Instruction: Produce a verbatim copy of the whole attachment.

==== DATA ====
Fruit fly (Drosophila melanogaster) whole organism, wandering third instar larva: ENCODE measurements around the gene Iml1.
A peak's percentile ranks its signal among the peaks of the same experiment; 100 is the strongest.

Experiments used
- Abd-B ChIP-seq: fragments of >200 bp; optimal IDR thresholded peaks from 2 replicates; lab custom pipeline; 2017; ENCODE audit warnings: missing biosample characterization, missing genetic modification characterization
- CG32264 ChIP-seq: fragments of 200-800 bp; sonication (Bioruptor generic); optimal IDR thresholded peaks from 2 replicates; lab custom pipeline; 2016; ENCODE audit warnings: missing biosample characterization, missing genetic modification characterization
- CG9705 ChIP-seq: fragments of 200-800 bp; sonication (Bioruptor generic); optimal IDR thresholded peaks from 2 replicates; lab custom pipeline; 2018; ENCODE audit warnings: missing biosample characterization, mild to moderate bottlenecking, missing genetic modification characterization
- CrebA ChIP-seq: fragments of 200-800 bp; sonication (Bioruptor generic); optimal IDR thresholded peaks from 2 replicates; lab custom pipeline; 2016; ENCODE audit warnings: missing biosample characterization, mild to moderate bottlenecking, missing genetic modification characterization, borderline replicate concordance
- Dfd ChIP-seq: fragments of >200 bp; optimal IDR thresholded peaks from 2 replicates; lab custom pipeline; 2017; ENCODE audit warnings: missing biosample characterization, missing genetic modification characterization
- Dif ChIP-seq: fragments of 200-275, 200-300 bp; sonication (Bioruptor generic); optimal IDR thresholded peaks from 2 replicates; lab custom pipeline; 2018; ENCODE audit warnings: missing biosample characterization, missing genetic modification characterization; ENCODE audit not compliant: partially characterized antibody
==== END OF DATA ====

Fruit fly (Drosophila melanogaster) whole organism, wandering third instar larva: ENCODE measurements around the gene Iml1.
A peak's percentile ranks its signal among the peaks of the same experiment; 100 is the strongest.

Experiments used
- Abd-B ChIP-seq: fragments of >200 bp; optimal IDR thresholded peaks from 2 replicates; lab custom pipeline; 2017; ENCODE audit warnings: missing biosample characterization, missing genetic modification characterization
- CG32264 ChIP-seq: fragments of 200-800 bp; sonication (Bioruptor generic); optimal IDR thresholded peaks from 2 replicates; lab custom pipeline; 2016; ENCODE audit warnings: missing biosample characterization, missing genetic modification characterization
- CG9705 ChIP-seq: fragments of 200-800 bp; sonication (Bioruptor generic); optimal IDR thresholded peaks from 2 replicates; lab custom pipeline; 2018; ENCODE audit warnings: missing biosample characterization, mild to moderate bottlenecking, missing genetic modification characterization
- CrebA ChIP-seq: fragments of 200-800 bp; sonication (Bioruptor generic); optimal IDR thresholded peaks from 2 replicates; lab custom pipeline; 2016; ENCODE audit warnings: missing biosample characterization, mild to moderate bottlenecking, missing genetic modification characterization, borderline replicate concordance
- Dfd ChIP-seq: fragments of >200 bp; optimal IDR thresholded peaks from 2 replicates; lab custom pipeline; 2017; ENCODE audit warnings: missing biosample characterization, missing genetic modification characterization
- Dif ChIP-seq: fragments of 200-275, 200-300 bp; sonication (Bioruptor generic); optimal IDR thresholded peaks from 2 replicates; lab custom pipeline; 2018; ENCODE audit warnings: missing biosample characterization, missing genetic modification characterization; ENCODE audit not compliant: partially characterized antibody